Cruiser control: Cops with laptops

Computers in cars give officers information at their fingertips

By Delano R. Massey
Herald-Leader, Lexington, KY

Speeders and red-light runners, take note:

New computer technology in Lexington police cruisers will put that ticket in your hands in no time.

"Who wants to be held on the road for 20 minutes?" asked Sgt. David Lyons.

Since February of last year, Lexington police have been using a mobile data computer system, allowing them to retrieve motorists'' registration information within seconds.

Now, police are using the Panasonic Toughbook laptops to write reports, keep logs, send messages from car to car and look up state laws.

The paperless reporting system is almost fully operational after a roll-out that began in January.

The computers save time for officers. They allow them to confirm vehicle registrations, run stolen vehicle checks and do driver''s license searches for "wants and warrants" locally and nationally.

On busy nights, one officer can receive up to 25 calls during a 10-hour shift. In the past, an officer would hear a call over the radio and try to jot it down or memorize the details. Now, the computer does the work for the officer. The touch screen allows the officer to take the call, give the time he or she will arrive at the call and clear the call -- which frees up the radio.

Out of 280 cruisers, 190 are equipped with the computers, mostly for first- and second-shift officers.

The computers were funded by nearly $3 million in federal grants. It costs about $10,000 to install the modem, mounting and computer in each cruiser.

More computers will be purchased when funding becomes available, said Lyons, who services the computers.

Officers spent about 11 hours in classrooms for certification and training. Field reporting will add six hours to their training, Lyons said.

The next step will be adding a program for collisions that has a drawing tool, eliminating the need for hand drawings. And because of staffing concerns, police might stop responding to non-injury accidents. The police Web site already has a link to download an accident form.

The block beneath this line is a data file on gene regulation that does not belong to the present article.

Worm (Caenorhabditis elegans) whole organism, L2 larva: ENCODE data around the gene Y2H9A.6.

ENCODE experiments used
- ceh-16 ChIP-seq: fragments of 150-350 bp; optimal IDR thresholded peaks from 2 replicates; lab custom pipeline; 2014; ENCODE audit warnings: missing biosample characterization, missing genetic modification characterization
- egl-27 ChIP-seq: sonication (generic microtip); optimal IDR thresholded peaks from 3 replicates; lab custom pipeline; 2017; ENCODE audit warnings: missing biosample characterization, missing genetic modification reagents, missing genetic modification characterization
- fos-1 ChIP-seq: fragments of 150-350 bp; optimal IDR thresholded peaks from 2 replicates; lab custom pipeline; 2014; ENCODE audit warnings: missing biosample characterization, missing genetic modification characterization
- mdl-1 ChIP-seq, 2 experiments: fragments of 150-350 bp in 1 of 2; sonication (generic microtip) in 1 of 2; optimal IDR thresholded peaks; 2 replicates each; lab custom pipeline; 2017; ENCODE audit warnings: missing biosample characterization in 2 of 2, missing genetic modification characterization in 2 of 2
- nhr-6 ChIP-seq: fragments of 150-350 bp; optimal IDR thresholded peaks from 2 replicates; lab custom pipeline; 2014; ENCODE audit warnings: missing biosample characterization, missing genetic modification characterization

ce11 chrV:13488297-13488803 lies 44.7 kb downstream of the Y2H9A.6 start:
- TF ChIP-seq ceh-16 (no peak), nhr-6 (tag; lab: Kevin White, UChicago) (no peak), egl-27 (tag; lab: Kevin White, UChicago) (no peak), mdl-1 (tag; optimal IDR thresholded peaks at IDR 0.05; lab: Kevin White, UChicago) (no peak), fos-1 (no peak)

Eventually, Lyons said, the department will be able to exchange photographs of missing children and suspects.

It''s a bit of a change from the "Dark Ages" when Lyons started working as a patrolman about 12 years ago. "That was back before we had flashlights, and we used to light torches," Lyons joked.

In the ''90s, Lyons said, police officers had to switch to radio Channel 1, which was the information channel, to call an operator.

The operator would call back with the information, but it often would take 15 to 20 minutes because the line would be flooded with calls, he said.

So, "a lot of time, you just didn''t run things because the wait was too long," he said.

Information-gathering technology appears to have arrived.

Sacramento police use car-mounted mobile data computers, and officers have PDAs and Tablet PCs to communicate with the main databases to check the ParoleLeads system, which tracks parolees.

In Wilson, N.C., firefighters use mobile terminals in fire trucks to access the department''s Geographic Information System, which can help locate fire hydrants with inadequate flow rates or map homes that should be evacuated in the event of a bomb scare.

Brian Lehmann, senior director of Global Government Solutions, said his company has provided the New York and Los Angeles police departments with hand-held mobile data computers that cost up to $4,000 apiece.

In New York, officers can scan registration information, and the computer can print the ticket, decreasing the number of tickets that were thrown out in court because they were illegible.

Ultimately, Lehmann said, the key is to devise a plan that will allow federal, state and local agencies to share information, which would help improve homeland security.

A majority of agencies have little or no technology because of the cost, said Keith Singleton, founder and president of Armada Group Inc., which provides technology to police departments for criminal justice information.

"There are agencies all over the country converting to paperless reporting," Singleton said.

But, "What might work really well one year, might not be there in three," he said.

Seven out of 10 departments back away from paperless reporting because it requires a lot of data network upkeep and takes "a large organization to run it," Singleton said.

Lyons said he does not see that as being a problem in Lexington.

"When we go into something, we really go at it hard," Lyons said.

Officers appear to enjoy the new technology.

During a test run last month, Sgt. Jeff Davis called in a license plate to headquarters. Meanwhile, he keyed in the plate on his computer.

Within 17 seconds, his Toughbook sounded off four loud beeps and displayed the motorist''s information, including whether there were outstanding warrants.

"It''s a real big safety issue for us," Davis said. "In this business, any time you can get information faster, that''s a good thing."

When Davis joined the force 14 years ago, he used to scribble down the information as it came across the radio.

He doesn''t miss those days, but cautioned that there is no substitute for paying attention to details.

"If technology fails, we still need to be able to do our job," he said. "All the equipment in the world can''t replace an officer and his experience."

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